Spend a day in Chania
The original capital of the island (since 1971 that honour has been passed onto Heraklion) Chania is one of the prettiest towns in the whole of Greece (perhaps on a par with Monemvasia, Nafplion and Corfu town). The city is reputed to be the oldest city in the world, and the mix and match of Venetian and Turkish influences and architecture.
Go have a look at Souda
Souda Bay is one of the largest and deepest harbours in the Mediterranean. The word “souda” is derived from the Arabic language, and means narrow passage. This bay is now populated by the Greek Navy, NATO and a large American base and accounts for the eclectic and cosmopolitan feel to the former capital - Chania
Visit the palace of Knossos
Excavated in the year 1900 by an English archaeologist by the name of Sir Arthur Evans, this is a most impressive palace, and we recommend that you hire a guide in order to benefit from their wealth of information.
Friendly and delicious
On the way from from Chania to the beach of Elafonissi via Drapanias there is a sign stating "Wine museum", a bit like the Agroturismo places in Italy. The Pnevmatikaks Winery is a nice and delicious wine tasting place, a family business that grows grapes and olives. You can taste all they produce: different wines including a wine called Romeiko, produced the way it was done in Antiquity. The Romeiko has a taste similar to a nice sherry and is 14.5 proof.Recommended are their olive oil taste and Raki (tastes similar to Grappa). If you purchase wine and oil they pack the bottles up in such a way that they arrive safely home.
Try the Cretan hooch!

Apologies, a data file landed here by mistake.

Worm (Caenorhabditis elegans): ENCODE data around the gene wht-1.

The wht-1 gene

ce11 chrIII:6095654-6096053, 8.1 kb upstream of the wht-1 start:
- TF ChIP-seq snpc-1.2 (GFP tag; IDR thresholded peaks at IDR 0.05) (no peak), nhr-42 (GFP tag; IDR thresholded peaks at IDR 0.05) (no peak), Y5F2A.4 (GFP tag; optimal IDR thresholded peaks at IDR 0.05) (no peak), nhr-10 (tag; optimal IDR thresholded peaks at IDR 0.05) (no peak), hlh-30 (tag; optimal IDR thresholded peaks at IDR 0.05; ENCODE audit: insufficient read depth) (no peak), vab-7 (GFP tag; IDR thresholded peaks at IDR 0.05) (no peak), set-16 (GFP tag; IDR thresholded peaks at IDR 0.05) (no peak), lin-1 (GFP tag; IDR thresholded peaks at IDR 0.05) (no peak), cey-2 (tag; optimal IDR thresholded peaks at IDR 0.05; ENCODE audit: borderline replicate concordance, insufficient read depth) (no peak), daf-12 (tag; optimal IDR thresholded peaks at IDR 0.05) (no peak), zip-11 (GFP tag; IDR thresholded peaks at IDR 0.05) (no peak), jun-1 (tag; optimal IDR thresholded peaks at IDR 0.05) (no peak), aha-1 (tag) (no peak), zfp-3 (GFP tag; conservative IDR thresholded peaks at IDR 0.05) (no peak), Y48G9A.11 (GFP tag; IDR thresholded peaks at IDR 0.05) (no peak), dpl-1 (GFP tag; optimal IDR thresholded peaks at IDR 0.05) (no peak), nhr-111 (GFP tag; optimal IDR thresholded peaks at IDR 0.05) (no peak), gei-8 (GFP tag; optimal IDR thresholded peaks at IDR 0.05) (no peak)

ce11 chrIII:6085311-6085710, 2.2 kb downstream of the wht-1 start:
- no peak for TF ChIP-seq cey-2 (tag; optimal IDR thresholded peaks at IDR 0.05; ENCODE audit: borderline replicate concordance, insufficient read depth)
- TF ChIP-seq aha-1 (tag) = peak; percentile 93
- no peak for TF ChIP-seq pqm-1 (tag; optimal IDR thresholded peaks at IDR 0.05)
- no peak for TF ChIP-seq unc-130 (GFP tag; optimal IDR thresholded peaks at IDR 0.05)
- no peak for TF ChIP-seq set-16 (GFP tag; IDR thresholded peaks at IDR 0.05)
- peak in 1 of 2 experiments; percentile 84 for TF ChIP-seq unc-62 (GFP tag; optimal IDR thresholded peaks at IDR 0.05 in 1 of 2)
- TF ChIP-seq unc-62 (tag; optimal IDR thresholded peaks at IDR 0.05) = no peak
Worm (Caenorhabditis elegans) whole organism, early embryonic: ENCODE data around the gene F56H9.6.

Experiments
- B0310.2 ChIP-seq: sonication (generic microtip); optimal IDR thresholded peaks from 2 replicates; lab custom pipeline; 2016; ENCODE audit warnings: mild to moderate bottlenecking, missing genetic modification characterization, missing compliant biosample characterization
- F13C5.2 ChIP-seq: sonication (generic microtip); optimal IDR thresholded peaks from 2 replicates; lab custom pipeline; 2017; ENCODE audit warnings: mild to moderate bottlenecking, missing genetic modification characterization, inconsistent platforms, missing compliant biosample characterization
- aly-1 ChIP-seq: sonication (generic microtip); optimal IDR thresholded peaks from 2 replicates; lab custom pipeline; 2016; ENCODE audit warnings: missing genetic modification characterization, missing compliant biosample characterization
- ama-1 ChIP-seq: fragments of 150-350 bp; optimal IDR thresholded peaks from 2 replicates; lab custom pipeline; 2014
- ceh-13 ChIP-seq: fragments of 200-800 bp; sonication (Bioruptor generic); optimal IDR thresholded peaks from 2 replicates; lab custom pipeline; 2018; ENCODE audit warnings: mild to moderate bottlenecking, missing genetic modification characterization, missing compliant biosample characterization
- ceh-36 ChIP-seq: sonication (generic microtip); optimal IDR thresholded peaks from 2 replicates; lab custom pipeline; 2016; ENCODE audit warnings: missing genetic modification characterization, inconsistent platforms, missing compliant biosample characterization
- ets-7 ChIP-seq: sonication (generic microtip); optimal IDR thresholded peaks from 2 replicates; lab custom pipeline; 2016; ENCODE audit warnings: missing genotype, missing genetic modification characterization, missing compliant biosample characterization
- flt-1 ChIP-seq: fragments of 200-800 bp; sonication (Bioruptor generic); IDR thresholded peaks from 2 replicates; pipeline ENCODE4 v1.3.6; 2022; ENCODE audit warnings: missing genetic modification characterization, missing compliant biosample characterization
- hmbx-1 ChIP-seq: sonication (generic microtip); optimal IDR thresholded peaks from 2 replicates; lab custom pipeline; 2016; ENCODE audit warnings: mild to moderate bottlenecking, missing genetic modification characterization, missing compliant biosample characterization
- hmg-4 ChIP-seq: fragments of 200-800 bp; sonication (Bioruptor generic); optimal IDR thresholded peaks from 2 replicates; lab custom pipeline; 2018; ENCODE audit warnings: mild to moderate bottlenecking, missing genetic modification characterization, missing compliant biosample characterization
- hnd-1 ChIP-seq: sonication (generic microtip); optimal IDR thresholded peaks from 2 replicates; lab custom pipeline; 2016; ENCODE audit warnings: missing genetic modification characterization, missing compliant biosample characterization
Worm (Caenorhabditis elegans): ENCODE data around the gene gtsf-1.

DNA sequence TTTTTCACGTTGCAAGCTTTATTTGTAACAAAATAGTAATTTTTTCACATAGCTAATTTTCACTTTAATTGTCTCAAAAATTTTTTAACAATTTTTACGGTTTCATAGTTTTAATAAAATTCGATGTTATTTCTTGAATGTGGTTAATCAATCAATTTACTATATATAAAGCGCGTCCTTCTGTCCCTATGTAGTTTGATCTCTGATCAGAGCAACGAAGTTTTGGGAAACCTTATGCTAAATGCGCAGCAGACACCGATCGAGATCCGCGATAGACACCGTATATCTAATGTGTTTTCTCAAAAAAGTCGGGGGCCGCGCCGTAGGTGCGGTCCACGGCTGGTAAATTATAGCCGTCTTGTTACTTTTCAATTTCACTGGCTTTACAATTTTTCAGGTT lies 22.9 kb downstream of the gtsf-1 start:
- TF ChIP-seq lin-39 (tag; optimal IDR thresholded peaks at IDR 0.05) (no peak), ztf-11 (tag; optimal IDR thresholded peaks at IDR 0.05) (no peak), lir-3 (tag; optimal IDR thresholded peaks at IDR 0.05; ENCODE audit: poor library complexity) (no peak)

Raki or Tsikoudia is distilled from the stalks and skins of grapes left over from wine pressing. It is drunk widely and you are likely to be offered a thimble-full glass of raki wherever you go. It can contain anything between 35-65% alcohol – you have been warned
Sail to historic Gramvousa and beautiful Balos
From May to October, you can take daily cruises from Kissamos port to Gramvousa and Balos (42 km west of Chania), leaving in the morning and returning in the evening.Gramvousa (also called Tigani peninsula) has a castle on top of the island built by the Venetians to protect Crete from a Turkish occupation. It was one of the last unconquered bastions and it was the first area of Crete to be liberated from the Turks in 1825 (Turks were expelled from all the rest of Crete only by 1898). 3000 Cretan rebels were planning operations from Gramvousa.During this period of turmoil, the residents of the island started looting boats passing through, which gained the island its pirate reputation! The Gramvousa/Balos region is a protected biotope. There are 400 different plants on Gramvousa, 26 of them endemic to Crete. The Anthemis glaberrima (a type of daisy), the Allium platakisi (a wild onion) and the Silene litegripetala are found only in this area and are protected species. In the shallow parts of the sea, the Mediterranean plant Posidonia oceanica thrives, providing shelter for marine life. 98 bird species have been reported in the area. 20 of them are protected and 14 of them are threatened species (like the vulture Europe Gypaetusbarbatus). The Mediterranean seal (Monachus Monachus) and the Caretta Caretta turtle find shelter in this area. Also, a flock of wild donkeys lives on the peninsula.!
Journey to Anogia in the Psiloritis Mountains and